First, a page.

The Second book I downloaded was " The Psychology of money" By Morgan Housel. I think if I was to recommend a first book or a book that everyone should read it would be this one. I do wish Schools would teach more about the ideas/ themes that are discussed in this book. Even things as simply how powerful saving can be and not accumulating debt, things that don't seem so hard but really doesn't get talked about at all to young people.
Anyway I was wondering if anyone might have a suggestion or recommendation on what might fit in well for my next read.
See also: What investing books am I missing? (strawman.com)
And Looking for investment books to read. (strawman.com)
And Good Books (strawman.com) [This one even has the same title as the one you're reading now, but is a different thread]
And Review of book - 100 baggers C Mayer (strawman.com)
And Investment-related reading for your weekend (strawman.com)
And Interesting reading (strawman.com)
Pity we can't get all of those under one heading or merged into one thread with posts in chronological order... I get the impression many people aren't using the "search" function on the "Forum" page to see if there is already a thread there that they could add to - rather than creating a new one about the same topic.
Besides the old time recommended Intelligent Investor, what are most using for core skills in valuation and actually putting a tangible calculation to excel? There's a fair few books that cover the theory of fundamental analysis, but far few that actually go into the nuts and bolts on actually calculating/having a go at the valuation process (like full on details, than jsut generic revenue, COGS, interest, and other high level labels).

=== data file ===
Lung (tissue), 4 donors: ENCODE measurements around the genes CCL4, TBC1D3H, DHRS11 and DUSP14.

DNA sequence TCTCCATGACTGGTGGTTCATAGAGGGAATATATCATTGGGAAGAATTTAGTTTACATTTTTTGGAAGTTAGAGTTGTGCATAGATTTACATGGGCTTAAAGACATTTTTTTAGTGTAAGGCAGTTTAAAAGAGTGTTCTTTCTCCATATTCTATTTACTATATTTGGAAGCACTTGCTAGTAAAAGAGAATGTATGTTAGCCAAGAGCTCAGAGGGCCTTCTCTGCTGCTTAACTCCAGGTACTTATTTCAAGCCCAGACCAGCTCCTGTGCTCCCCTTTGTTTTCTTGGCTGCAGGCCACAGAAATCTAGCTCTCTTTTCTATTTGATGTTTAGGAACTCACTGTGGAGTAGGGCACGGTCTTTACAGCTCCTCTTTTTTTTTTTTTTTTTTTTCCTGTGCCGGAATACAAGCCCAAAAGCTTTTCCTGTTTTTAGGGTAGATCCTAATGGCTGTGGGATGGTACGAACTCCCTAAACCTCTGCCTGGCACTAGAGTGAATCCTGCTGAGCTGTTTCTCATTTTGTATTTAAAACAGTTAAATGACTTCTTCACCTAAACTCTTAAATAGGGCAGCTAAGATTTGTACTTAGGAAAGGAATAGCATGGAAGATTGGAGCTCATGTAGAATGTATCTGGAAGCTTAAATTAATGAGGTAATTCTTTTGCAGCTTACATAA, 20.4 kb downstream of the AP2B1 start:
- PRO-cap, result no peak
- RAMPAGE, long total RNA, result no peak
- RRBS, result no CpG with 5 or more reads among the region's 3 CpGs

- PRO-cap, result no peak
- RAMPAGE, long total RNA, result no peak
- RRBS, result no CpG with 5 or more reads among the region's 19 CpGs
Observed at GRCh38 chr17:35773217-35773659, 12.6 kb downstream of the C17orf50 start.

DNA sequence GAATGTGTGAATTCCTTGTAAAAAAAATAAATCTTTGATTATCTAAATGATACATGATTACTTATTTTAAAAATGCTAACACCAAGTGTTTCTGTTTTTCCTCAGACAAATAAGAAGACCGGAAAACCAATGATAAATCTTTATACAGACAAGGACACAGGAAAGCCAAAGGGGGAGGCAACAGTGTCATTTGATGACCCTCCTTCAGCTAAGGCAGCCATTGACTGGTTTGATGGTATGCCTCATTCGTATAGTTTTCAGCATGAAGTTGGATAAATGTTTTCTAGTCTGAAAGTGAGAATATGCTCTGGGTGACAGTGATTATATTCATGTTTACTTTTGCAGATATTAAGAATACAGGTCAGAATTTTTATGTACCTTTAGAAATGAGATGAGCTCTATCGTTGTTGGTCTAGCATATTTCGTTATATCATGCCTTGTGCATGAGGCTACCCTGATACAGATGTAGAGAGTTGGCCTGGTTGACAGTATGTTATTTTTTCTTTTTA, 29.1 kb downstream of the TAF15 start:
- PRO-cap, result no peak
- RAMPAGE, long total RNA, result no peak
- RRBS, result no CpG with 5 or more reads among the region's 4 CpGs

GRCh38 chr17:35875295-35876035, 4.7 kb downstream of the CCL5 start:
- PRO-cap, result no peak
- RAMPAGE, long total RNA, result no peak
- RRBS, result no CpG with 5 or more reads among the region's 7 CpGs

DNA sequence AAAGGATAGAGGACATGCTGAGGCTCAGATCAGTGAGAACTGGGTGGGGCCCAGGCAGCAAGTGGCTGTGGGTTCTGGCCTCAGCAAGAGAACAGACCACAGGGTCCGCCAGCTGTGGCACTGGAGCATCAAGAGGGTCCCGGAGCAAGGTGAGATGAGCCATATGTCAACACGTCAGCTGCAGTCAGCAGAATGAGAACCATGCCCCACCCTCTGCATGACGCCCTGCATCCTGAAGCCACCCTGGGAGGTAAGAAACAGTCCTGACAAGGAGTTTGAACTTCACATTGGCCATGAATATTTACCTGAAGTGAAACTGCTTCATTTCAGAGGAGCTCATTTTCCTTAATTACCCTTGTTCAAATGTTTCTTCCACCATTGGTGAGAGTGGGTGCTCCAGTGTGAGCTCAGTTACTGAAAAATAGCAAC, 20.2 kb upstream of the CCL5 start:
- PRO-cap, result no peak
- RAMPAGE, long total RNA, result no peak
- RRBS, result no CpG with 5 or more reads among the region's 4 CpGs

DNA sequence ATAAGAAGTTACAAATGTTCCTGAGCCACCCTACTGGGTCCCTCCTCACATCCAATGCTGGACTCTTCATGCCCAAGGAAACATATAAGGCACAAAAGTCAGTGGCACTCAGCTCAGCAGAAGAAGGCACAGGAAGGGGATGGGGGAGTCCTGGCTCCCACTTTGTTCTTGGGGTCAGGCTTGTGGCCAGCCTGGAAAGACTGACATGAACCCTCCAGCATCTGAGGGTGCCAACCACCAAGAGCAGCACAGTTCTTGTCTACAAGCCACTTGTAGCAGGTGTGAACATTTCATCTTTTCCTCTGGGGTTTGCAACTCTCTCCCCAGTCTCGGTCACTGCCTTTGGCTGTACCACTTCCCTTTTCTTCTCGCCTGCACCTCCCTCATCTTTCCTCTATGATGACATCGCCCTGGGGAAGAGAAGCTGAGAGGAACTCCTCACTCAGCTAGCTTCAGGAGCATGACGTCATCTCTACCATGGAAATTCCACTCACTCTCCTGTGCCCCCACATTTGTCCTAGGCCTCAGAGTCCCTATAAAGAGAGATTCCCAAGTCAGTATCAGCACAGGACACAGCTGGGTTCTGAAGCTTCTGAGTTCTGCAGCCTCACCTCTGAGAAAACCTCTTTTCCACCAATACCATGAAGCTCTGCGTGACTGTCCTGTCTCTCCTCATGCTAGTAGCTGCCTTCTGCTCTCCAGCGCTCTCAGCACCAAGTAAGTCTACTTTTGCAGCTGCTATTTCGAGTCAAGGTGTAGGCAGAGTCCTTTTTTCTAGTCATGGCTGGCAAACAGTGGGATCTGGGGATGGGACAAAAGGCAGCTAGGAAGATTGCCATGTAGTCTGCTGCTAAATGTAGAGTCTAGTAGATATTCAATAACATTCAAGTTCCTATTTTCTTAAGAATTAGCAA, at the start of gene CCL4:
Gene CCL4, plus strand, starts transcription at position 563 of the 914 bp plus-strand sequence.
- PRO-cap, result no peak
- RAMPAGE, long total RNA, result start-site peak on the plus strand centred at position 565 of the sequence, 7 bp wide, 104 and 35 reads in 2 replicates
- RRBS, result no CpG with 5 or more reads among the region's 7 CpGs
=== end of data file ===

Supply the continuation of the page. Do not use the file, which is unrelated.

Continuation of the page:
I do know Aswath Damodaran gets a fair bit of thumbs up on valuation and financial modelling. Are there any specific books in his series or other authors and books that are well suited for retail investors? It'd be nice to get a list together for those retail holders who may not come from a finance or investment background and therefore have had on the job training with valuation and models so that they can start on their journey of arriving at a 'value'.